The Thornbury Local launched in 2005. Originally known as Bender Bar, it adopted its current name in 2007. Maybe it’s an accident, maybe it’s a coincidence, but in the years since it really has become the local.
“This is a locals bar,” says co-owner Nick Darling. “There’s no pubs on this strip, so we’re kind of the joint. We’re the first one open, last one closed. The kitchen’s open late seven days a week and we’ve always got music on.”
Darling and his three business partners came into the picture two years ago. The Local’s previous owners, a pair of brothers, had left it in good shape, but there was plenty of room to tinker with the particulars.
“There’s almost a hippy spiritualness to the way they went about running a bar that meant they’d created this incredible community, a really loving, very authentic place,” Darling says. “At the same time, because they’re not hospo professionals in the strictest sense, they’d left us with a lot of opportunities to make it run better.”
Very little about the bar’s culture has changed, mind you. The live music program is exactly the same with bands every Friday and Saturday night and Sunday afternoon. Open mic Wednesday is also very popular.
“I played a lot of open mics when I was younger and they do sometimes have a pretty pathetic feeling,” Darling says. “Ours is really an incredibly bustling, fun community of people that come every week. There’s always a couple of new people who’ve never been here before. The two hosts are both very focused on getting the new people up onstage as a priority and integrated and introduced to people and making friends.
“All that sort of stuff – that community, that culture, that music stuff – we really just inherited and nurtured as much as we could.”
The Local already housed a kitchen, but the new owners made a concerted effort to improve the dining options. Burgers and pizzas are the central offerings, but the artisanal care means the pub is now worth visiting for its food alone.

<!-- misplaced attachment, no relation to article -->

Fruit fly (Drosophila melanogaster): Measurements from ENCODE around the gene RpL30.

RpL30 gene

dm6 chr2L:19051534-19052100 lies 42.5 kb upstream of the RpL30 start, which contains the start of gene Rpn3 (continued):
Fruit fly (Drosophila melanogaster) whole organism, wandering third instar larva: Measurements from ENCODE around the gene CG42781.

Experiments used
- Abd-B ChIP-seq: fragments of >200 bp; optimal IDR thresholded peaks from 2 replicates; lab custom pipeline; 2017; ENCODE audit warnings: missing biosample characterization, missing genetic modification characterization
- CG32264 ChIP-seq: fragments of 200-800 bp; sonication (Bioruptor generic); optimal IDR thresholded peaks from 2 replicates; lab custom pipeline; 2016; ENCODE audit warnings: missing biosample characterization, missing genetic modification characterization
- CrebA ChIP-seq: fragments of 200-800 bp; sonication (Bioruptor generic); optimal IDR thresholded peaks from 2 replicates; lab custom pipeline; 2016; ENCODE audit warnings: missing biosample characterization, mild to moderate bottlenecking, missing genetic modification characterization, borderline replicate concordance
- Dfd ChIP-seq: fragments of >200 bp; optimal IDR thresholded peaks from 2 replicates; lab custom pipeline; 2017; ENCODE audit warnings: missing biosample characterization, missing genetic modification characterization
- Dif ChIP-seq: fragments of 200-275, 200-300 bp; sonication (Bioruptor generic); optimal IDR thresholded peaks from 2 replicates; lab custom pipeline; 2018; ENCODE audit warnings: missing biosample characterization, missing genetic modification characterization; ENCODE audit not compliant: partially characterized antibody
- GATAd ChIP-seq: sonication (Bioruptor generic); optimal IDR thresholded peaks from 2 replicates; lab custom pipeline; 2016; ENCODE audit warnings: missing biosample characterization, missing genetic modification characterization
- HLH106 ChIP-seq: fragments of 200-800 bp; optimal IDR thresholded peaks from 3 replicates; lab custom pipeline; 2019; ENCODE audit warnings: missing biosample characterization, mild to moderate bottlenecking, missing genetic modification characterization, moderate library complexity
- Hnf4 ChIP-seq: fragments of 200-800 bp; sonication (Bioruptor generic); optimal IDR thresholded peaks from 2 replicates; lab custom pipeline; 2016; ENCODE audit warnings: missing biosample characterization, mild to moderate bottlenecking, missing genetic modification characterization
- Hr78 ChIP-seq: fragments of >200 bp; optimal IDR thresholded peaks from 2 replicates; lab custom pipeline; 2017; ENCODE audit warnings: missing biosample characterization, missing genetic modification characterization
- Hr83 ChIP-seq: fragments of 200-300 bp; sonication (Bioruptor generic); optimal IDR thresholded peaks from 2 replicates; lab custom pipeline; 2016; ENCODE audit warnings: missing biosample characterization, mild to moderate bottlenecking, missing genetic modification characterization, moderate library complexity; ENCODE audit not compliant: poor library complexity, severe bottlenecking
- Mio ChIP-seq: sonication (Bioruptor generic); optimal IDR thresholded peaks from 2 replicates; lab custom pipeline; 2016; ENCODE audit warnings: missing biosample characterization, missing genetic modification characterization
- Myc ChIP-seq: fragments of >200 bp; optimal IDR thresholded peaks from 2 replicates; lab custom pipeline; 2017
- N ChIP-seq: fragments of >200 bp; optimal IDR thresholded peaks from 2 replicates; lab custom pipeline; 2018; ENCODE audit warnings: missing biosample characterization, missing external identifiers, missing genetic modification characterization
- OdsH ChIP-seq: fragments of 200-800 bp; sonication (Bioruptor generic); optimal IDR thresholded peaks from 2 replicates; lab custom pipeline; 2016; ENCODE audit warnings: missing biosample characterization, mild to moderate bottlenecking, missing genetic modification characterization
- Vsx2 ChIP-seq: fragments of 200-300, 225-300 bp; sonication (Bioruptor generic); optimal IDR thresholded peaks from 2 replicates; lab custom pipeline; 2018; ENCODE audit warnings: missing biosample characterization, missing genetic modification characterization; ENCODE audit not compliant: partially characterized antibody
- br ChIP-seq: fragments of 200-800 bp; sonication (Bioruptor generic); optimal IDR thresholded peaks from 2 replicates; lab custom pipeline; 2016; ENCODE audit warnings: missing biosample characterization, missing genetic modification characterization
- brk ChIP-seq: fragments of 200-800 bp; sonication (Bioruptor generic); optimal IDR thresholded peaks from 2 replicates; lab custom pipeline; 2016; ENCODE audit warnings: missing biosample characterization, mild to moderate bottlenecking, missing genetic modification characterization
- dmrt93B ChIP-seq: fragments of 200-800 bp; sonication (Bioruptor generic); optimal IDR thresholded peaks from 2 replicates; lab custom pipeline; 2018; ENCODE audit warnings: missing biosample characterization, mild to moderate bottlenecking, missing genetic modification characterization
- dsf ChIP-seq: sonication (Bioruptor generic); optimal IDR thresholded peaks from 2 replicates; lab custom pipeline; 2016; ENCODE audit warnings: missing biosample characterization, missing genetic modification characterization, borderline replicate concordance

“We bake three types of bread every day for three different hamburgers. We make our own pizza bases. All of our sauces are homemade. It’s junk food but it’s incredibly well made,” Darling says.
Along with burgers and pizzas, there’s a selection of deep-fried American treats like jalapeno poppers and macaroni and cheese croquettes. Nachos are a recent addition, likewise tofu, chicken and pulled pork tacos. There are also salads, fries and wedges, plus lots of vegan and gluten free options.
“It’s just comfort food and we really strive to keep the prices down. We’re not trying to make money off an expensive dinner. We just want people to sit down, order as much as they want, it doesn’t cost too much and they can have a few beers and it’s good.”
The venue layout has changed, too. The bar was flipped to the other side of the room nine months ago, boosting the feng shui and creating a comfier space.
“We put booths in, created more bar space. We really love the idea of being able to sit at the bar. The old space didn’t really flow, so by putting in these more comfortable tables and really, really working on the food constantly, it’s paying dividends now.”
They haven’t tried to turn the pub in to a cool-kid, Friday night hangout, but it is becoming a bit of a destination bar for food. However, Darling and co. spend a lot of time making sure it stays the local.
“All these people come and hang out here on quiet Mondays and quiet Tuesdays, play trivia with us, and they’re our friends. We definitely don’t want to get to a point where we tried to make the bar profitable by being cooler and then ruined 15 years of community and family.”